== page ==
Copayment

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Copayment

In insurance, a fee that a policyholder must pay for certain covered items for which the insurance company otherwise pays. For example, a check-up with a doctor may cost the policyholder a copayment of $25, with the insurance company paying for the remainder of the cost due. A copayment is also called a co-pay and should not be confused with a deductible. It exists to discourage policyholders from abusing the insurance policy.

Copayment.

If you have a managed-care health insurance plan, your copayment is the fixed amount you pay -- often $10 to $25 -- for each in-network doctor's office visit or approved medical treatment

In some plans, the copayment to see a specialist to whom you're referred is higher than the copayment to visit your primary care physician. Some plans may not require copayments for annual physicals and certain diagnostic tests.

If you see an out-of-network provider, you are likely to be responsible for a percentage of the approved charge, called coinsurance, plus any amount above the approved charge.

References in periodicals archive ?
The Octapharma Co-Pay Assistance Program is available to primary humoral immunodeficiency patients who are currently receiving Octagam Immune Globulin Intravenous (Human) 5% Liquid Preparation or have a prescription to begin therapy; and those age 18 or older with chronic immune thrombocytopenic purpura who are currently receiving Octagam Immune Globulin Intravenous (Human) 10% Liquid Preparation or have a prescription to begin therapy.
People enrolled in the AARP MedicareComplete Plan 1 (HMO) and AARP MedicareComplete Essential (HMO) plans will pay a $0 co-pay for visits with tier 1 primary care providers, as compared to $10 for tier 2 primary care providers.
That might involve getting a manufacturer's so-called co-pay card for a patient, helping an eligible Medicare patient receive free medication from a drug maker or expediting the delivery of medication.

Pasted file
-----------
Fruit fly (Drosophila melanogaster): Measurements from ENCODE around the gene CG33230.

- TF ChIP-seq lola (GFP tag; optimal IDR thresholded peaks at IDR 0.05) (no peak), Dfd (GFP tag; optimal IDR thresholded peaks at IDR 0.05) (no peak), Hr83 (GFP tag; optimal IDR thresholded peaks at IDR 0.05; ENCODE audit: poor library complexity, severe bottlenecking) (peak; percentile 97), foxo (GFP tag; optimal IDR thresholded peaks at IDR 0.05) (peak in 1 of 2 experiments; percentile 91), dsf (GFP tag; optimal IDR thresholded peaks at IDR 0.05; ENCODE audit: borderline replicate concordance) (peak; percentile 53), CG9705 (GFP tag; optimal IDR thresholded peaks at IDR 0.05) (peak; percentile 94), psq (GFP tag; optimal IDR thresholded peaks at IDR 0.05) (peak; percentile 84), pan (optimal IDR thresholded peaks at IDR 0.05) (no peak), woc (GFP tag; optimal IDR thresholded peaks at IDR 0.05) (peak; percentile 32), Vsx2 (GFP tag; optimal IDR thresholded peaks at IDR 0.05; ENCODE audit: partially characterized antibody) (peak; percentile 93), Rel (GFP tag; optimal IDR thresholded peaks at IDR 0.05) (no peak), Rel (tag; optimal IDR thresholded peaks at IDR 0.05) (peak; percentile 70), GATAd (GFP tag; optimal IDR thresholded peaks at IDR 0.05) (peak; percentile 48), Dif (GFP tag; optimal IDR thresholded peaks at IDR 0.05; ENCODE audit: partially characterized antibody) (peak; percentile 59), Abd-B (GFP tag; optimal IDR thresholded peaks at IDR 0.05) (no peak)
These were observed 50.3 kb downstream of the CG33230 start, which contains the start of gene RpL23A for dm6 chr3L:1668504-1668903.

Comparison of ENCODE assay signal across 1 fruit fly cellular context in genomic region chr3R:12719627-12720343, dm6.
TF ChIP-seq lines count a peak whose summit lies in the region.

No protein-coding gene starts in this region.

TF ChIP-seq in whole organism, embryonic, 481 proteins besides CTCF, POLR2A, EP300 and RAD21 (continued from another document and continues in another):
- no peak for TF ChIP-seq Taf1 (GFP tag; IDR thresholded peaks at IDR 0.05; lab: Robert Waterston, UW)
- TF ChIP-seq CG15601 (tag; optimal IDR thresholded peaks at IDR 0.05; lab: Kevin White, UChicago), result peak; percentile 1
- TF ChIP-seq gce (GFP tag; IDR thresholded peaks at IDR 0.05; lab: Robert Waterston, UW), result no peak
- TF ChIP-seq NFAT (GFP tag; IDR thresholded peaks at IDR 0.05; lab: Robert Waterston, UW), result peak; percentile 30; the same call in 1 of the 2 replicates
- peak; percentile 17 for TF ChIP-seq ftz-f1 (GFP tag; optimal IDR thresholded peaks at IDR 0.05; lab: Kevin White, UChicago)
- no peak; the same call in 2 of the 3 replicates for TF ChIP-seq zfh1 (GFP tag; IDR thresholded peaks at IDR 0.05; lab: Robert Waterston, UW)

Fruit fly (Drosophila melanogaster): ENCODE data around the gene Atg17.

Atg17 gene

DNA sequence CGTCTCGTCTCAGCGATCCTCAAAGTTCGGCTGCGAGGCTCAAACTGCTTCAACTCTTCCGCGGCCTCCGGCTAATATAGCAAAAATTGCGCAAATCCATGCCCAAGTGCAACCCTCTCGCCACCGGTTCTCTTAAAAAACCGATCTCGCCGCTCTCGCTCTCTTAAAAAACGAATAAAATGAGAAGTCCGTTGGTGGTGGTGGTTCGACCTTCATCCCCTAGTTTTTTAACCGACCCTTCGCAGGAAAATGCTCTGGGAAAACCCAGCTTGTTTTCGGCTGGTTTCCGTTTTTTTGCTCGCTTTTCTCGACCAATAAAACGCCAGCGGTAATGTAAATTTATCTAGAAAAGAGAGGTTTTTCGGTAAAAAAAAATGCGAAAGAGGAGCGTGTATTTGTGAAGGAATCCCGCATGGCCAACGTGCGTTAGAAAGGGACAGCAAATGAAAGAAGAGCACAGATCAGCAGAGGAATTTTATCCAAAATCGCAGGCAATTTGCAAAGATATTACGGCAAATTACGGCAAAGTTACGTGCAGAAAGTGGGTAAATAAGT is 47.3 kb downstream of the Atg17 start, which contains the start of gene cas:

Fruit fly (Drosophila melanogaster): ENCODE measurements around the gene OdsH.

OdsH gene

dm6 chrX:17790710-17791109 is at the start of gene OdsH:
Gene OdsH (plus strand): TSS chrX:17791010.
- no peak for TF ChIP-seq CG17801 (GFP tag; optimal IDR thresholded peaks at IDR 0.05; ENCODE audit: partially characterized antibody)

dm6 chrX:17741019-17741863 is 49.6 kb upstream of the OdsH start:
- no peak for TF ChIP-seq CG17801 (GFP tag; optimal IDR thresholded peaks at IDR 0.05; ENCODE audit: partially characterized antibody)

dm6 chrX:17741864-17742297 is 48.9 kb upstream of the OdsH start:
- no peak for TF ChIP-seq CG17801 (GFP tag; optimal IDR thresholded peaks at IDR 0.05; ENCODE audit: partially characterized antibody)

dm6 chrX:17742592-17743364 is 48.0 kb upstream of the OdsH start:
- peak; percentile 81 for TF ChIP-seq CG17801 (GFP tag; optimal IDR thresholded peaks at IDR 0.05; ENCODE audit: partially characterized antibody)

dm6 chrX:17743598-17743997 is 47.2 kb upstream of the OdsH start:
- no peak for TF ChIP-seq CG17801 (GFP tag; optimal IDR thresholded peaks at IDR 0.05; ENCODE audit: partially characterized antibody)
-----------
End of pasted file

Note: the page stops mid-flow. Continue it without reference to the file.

The majority of co-pay card programs fall short of the expected return on investment (ROI), because they are not tracked or monitored to the degree and frequency that they could be, they said.
Only 62 percent of the workers in plans that cover more than 1,000 employees have to pay a co-pay for an in-network office visit, but 35 percent have to pay a coinsurance amount.
Because most plans' coverage periods start at the beginning of the calendar year, many women gained access to these important services without co-pays in January.
The average emergency room visit involves a co-pay of $76, which might not be high enough to dissuade plan participants from visiting emergency rooms for problems better solved elsewhere.
The ambulance service can bill her for the co-pay, which it admits to not having tried.
Many pharmacies are required under contract with pharmacy benefits managers to run prescriptions through consumers' insurance regardless of whether or not the co-pay is higher than the retail price.
In a July 31 letter to the committee's Democrat and Republican leadership signed by 26 lab organizations and industry members, including AMT, the coalition registered its "strongest opposition to the implementation of a Medicare clinical laboratory co-pay," and warned that the lab community would oppose any healthcare reform bill that included such a provision.
Here, affordable premium and future co-pay are of paramount importance.